Mark Cuban’s Solutions to Fix the Stock Market
“Traders the Equivalent of Hackers”
Mark Cuban recently posted an interesting blog post titled “What Business is Wall Street in?“, and I’d recommend giving it a read. It’s a bit of a longer post, so I’ll highlight some of Mr. Cuban’s finer points. First, Cuban likens Wall Street traders to hackers – justifying their existence through questionable benefits to their industry. He then questions the present state of investing versus it’s original purpose:
“Wall Street is no longer what it was designed to be. Wall Street was designed to be a market to which companies provide securities (stocks/bonds), from which they received capital that would help them start/grow/sell businesses. Investors made their money by recognizing value where others did not, or by simply committing to a company and growing with it as a shareholder, receiving dividends or appreciation in their holdings. What percentage of the market is driven by investors these days?“
A Scary Testimony
What’s somewhat rewarding, as an amateur investor – and horrifying at the same time, is Cuban’s admittance that he feels like there is too much stacked against him as an investor these days:
Over just the past 3 years, the market has changed. It is getting increasingly difficult to just invest in companies you believe in. Discussion in the market place is not about the performance of specific companies and their returns. Discussion is about macro issues that impact all stocks. And those macro issues impact automated trading decisions, which impact any and every stock that is part of any and every index or ETF. Combine that with the leverage of derivatives tracking companies, indexes and other packages or the leveraged ETFs, and individual stocks become pawns in a much bigger game than I feel increasingly less comfortable playing. It is a game fraught with ever increasing risk.
What’s scary about this statement is that it’s coming from Mark Cuban. The man is worth $2.8 billion. If a savvy businessman with that kind of capital can’t find his way around the stock market and get proper guidance in how to profit from it – and feels like the little guy getting screwed by Wall Street insiders…. well, you can see where I’m going with this.
Dividends Keeping Him in the Game
Cuban then highlights his investing strategy at the moment – and it’s a good one that I believe in:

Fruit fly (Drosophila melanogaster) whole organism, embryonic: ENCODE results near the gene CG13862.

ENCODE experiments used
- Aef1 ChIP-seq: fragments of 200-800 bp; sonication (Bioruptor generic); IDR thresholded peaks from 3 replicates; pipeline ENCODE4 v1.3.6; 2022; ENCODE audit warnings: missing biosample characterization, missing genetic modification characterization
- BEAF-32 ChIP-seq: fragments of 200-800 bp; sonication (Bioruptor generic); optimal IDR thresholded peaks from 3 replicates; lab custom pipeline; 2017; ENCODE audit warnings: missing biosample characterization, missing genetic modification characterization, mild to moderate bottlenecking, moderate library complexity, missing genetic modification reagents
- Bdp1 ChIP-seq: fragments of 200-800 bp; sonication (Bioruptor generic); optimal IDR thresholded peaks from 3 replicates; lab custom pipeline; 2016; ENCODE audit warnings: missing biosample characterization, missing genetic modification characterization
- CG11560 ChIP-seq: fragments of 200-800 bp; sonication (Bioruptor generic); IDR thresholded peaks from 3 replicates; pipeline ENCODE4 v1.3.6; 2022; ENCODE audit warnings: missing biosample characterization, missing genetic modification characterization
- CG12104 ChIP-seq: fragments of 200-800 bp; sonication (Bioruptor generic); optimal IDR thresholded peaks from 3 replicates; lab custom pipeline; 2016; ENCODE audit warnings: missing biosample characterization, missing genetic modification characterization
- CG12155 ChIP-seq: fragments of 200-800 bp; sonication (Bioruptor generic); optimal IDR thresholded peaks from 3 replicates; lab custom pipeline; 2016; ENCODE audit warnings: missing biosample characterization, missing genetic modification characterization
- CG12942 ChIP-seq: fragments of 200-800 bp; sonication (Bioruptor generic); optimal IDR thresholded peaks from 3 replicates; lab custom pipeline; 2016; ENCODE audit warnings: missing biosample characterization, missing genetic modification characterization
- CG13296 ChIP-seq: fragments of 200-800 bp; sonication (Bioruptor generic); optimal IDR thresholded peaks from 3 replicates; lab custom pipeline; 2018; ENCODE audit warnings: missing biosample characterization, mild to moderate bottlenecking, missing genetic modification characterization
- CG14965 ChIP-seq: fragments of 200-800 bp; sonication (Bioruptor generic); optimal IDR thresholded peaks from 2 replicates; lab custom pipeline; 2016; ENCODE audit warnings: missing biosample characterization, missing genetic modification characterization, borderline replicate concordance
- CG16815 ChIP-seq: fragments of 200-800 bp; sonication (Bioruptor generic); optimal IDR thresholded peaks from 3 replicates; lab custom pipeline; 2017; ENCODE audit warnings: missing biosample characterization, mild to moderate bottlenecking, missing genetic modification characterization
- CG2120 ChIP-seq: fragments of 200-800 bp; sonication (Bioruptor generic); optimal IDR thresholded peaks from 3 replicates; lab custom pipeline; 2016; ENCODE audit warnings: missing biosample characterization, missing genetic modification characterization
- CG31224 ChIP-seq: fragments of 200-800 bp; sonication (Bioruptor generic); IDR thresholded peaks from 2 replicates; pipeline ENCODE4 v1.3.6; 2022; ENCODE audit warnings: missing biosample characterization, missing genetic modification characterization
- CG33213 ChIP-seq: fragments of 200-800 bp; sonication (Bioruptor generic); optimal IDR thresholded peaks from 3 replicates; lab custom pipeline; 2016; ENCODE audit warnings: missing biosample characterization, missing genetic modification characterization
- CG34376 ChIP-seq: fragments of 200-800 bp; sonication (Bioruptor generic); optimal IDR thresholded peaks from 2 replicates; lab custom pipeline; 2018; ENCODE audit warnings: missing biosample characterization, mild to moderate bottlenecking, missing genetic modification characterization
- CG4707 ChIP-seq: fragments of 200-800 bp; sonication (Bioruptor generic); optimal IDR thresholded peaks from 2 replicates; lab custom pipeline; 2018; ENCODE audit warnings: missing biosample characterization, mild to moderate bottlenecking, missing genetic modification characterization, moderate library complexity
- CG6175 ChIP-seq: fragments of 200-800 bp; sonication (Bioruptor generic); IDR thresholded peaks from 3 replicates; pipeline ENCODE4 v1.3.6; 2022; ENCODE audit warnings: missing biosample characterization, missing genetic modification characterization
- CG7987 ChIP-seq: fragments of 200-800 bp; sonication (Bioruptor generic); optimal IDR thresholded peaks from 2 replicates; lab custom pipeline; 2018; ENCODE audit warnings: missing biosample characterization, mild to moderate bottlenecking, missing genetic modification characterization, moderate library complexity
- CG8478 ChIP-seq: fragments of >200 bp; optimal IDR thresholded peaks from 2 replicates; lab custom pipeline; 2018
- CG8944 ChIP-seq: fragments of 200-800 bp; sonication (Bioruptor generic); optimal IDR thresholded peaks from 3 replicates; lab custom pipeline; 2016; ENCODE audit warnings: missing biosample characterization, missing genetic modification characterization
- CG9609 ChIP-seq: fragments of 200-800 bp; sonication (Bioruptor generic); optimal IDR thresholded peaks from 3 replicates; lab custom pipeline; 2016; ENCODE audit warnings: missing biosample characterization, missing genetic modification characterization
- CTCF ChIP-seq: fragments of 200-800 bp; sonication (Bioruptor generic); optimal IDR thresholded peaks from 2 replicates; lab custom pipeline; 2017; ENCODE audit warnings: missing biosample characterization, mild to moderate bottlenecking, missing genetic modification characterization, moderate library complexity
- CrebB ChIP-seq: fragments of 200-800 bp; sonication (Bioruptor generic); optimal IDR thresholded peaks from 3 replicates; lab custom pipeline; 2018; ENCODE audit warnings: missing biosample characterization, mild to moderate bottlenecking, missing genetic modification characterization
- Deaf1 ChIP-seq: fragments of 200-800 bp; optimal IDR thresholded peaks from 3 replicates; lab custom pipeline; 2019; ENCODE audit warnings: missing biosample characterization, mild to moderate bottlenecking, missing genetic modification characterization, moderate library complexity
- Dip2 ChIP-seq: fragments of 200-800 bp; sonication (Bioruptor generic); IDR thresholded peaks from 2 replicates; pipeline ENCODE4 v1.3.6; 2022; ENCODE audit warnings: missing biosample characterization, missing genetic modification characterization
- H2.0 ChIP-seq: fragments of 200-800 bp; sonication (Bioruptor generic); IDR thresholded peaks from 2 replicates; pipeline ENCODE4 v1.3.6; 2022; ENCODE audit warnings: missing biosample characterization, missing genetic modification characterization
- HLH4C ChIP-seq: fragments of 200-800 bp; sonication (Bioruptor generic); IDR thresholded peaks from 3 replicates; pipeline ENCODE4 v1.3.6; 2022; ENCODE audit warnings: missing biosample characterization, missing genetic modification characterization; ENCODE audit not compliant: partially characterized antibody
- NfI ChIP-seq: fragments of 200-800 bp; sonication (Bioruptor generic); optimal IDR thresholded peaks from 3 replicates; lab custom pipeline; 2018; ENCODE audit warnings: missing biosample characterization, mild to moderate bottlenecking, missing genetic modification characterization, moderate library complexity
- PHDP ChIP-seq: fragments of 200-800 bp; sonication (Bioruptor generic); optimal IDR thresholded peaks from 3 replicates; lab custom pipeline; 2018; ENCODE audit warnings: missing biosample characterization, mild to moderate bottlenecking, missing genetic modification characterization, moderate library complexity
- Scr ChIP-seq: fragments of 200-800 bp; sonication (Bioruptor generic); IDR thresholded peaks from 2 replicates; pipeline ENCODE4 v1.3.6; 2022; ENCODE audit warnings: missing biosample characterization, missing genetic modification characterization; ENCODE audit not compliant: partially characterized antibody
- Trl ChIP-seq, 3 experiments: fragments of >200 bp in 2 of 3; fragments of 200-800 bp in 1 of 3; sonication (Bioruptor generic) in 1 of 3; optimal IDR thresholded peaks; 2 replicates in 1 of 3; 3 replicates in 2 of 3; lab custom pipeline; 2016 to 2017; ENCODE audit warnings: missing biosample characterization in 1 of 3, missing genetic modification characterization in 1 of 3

The only thing that keeps me in the market is that most of the stocks (not all) pay dividends or some other sort of cash payout.
According to Steven Johnson, director of simcivic.org, “Capital growth in the S&P 500 averaged 2.3% a year from the mid-1920’s to the mid-1990’s. Dividend yields average 4.6% a year, for a combined gain of 7% a year.” That means that 2/3rds of all returns in the S&P 500 over 70 years was from dividends. That is very compelling. And it’s a strategy that I’m starting to believe more and more in over the years.
My favorite part of Cuban’s post is that he highlights some solutions for this problem that make sense:
My 2 cents is that it is important for this country to push Wall Street back to the business of creating capital for business. Whether its through a use of taxes on trades, or changing the capital gains tax structure so that there is no capital gains tax on any shares of stock (private or public company) held for 5 years or more, and no tax on dividends paid to shareholders who have held stock in the company for more than 5 years. However we need to do it, we need to get the smart money on Wall Street back to thinking about ways to use their capital to help start and grow companies. That is what will create jobs. That is where we will find the next big thing that will accelerate the world economy. It won’t come from traders trying to hack the financial system for a few pennies per trade.
Bravo, sir. Now if we can only get you a job as the head of the SEC.
Mark Cuban Discussion:
- What do you think about Cuban’s points?
- Are you bothered by the fact that a person with Cuban’s wealth can’t find his own way around the market?
- What would you do to fix Wall Street in order for it to be a welcoming place for the little guy again?